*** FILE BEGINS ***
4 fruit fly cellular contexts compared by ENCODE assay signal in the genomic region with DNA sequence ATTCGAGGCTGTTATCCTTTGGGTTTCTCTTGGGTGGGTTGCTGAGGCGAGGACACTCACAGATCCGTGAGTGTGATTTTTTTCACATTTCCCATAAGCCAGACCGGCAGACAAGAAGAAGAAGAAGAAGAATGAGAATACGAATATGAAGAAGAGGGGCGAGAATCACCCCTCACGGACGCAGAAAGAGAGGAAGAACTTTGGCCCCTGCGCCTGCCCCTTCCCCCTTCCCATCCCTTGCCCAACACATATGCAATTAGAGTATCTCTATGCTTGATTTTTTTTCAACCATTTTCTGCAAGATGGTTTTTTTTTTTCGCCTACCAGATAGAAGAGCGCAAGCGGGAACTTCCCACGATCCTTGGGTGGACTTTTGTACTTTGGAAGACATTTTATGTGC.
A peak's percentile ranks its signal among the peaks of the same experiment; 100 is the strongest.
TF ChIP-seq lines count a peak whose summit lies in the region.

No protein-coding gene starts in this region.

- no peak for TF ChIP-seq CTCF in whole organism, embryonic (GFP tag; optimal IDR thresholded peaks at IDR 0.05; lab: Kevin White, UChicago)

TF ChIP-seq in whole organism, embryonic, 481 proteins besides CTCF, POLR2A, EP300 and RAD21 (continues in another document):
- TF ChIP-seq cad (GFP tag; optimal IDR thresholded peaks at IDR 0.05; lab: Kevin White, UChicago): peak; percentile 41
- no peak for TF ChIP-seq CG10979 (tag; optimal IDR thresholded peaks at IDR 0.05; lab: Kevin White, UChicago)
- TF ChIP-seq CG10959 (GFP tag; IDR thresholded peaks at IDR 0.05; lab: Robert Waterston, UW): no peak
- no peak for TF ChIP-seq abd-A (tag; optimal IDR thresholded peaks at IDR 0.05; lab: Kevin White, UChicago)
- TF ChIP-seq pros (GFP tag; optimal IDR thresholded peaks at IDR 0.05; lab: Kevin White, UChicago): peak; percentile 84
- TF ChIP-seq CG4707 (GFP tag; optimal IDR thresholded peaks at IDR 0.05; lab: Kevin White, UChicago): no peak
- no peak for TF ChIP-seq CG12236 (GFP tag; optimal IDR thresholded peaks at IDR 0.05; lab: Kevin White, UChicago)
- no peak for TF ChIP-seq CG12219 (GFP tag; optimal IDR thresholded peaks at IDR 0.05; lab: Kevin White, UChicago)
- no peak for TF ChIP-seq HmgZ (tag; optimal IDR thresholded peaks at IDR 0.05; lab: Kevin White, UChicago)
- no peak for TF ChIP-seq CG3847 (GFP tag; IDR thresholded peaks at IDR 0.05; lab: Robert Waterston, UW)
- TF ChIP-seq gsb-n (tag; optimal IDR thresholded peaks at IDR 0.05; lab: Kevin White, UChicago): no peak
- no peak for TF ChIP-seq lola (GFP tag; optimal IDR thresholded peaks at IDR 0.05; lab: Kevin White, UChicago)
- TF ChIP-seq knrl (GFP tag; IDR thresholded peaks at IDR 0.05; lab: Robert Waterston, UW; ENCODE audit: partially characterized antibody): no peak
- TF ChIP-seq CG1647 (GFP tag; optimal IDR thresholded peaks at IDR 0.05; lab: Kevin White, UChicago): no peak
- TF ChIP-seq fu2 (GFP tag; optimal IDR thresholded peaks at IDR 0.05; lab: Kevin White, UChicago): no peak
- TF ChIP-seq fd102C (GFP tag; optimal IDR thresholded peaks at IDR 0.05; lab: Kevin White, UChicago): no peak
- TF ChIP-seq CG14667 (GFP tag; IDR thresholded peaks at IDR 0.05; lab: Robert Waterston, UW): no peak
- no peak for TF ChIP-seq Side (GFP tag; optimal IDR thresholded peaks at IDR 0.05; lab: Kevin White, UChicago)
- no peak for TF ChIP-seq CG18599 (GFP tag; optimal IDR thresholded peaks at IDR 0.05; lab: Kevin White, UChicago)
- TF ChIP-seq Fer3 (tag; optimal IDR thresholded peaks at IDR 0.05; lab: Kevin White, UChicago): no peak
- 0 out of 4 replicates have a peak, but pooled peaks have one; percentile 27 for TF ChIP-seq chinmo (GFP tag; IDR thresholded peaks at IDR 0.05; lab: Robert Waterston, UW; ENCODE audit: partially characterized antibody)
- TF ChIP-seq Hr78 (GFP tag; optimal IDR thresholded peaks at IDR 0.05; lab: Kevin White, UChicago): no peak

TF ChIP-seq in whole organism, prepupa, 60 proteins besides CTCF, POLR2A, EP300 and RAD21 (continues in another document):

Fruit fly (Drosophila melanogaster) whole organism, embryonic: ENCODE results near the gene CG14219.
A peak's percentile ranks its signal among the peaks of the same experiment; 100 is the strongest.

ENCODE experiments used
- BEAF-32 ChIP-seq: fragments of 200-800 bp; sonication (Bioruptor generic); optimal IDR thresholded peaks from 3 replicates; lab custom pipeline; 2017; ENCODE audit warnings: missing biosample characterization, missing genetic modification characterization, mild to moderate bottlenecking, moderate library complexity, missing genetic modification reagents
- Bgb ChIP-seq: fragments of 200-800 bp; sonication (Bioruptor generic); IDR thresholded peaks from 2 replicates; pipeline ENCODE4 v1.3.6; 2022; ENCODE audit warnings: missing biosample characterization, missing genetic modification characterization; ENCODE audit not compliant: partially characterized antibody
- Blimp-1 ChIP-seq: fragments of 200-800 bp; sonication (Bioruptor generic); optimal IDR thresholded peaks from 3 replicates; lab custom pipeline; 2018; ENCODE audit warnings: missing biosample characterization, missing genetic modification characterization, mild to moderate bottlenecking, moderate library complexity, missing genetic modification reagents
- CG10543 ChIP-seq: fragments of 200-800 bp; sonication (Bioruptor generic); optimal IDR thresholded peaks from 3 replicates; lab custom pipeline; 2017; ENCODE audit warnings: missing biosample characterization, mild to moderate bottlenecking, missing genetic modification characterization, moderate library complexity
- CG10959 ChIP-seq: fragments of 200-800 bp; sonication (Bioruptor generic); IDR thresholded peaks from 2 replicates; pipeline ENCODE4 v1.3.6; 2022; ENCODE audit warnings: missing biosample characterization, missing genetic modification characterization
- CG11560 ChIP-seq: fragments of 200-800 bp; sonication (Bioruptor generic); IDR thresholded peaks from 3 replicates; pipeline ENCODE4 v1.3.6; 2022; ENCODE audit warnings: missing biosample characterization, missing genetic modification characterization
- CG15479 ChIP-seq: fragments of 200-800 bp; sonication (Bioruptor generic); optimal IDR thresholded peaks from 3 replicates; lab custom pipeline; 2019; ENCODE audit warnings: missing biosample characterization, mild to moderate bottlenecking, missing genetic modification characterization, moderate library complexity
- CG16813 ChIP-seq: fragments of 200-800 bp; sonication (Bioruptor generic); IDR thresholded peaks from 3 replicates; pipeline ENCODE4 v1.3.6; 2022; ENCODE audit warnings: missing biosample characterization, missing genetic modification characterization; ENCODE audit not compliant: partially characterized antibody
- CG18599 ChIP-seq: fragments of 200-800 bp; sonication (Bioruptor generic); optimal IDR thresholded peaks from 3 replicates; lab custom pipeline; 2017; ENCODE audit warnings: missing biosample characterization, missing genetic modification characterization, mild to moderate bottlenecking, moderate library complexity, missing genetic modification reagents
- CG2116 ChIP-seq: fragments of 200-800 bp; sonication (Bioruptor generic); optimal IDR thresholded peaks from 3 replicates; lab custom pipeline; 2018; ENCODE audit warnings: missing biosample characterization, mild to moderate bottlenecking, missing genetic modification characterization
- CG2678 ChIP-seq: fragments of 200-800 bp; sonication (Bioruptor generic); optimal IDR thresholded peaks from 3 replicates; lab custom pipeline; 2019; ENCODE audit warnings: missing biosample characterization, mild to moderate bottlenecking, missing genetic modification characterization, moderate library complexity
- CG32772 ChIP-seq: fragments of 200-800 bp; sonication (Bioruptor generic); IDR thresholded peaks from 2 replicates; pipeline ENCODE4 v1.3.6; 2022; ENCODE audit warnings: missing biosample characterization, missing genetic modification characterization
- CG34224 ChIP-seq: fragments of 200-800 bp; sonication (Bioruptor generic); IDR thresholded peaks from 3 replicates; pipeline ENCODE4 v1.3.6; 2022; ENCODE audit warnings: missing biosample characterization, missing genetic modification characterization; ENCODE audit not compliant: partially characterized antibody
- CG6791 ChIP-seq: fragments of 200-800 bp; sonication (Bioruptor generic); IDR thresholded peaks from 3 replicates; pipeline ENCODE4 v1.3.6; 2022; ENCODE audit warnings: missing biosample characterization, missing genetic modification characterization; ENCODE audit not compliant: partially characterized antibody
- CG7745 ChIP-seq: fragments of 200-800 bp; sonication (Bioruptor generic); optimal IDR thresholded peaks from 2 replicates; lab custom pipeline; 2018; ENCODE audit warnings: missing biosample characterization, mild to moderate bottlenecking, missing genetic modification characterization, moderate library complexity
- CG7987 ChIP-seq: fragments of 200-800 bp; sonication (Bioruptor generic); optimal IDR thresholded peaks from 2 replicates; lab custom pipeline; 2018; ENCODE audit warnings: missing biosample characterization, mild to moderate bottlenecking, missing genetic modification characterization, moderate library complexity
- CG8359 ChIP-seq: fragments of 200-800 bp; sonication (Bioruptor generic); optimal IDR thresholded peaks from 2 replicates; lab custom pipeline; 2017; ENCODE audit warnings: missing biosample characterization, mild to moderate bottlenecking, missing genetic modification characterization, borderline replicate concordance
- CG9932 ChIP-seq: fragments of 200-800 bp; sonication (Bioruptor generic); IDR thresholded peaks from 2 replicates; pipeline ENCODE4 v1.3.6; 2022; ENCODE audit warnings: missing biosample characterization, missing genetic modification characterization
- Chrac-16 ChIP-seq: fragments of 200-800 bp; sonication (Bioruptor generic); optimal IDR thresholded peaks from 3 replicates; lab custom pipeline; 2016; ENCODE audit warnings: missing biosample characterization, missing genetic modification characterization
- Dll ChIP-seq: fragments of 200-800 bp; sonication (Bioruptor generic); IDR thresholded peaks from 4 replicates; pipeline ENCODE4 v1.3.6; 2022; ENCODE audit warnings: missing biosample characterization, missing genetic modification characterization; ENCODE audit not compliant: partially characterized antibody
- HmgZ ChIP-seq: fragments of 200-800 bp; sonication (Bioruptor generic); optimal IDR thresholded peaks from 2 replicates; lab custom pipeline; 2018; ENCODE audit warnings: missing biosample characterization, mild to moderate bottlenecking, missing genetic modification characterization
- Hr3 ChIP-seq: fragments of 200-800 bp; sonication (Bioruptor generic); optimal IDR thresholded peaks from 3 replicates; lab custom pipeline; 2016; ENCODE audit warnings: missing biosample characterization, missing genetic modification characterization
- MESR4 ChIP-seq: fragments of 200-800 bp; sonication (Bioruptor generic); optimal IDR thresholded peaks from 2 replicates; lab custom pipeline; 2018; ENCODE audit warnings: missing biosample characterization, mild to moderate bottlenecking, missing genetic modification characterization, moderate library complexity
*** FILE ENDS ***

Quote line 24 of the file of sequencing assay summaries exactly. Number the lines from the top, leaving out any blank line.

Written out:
- no peak for TF ChIP-seq Side (GFP tag; optimal IDR thresholded peaks at IDR 0.05; lab: Kevin White, UChicago)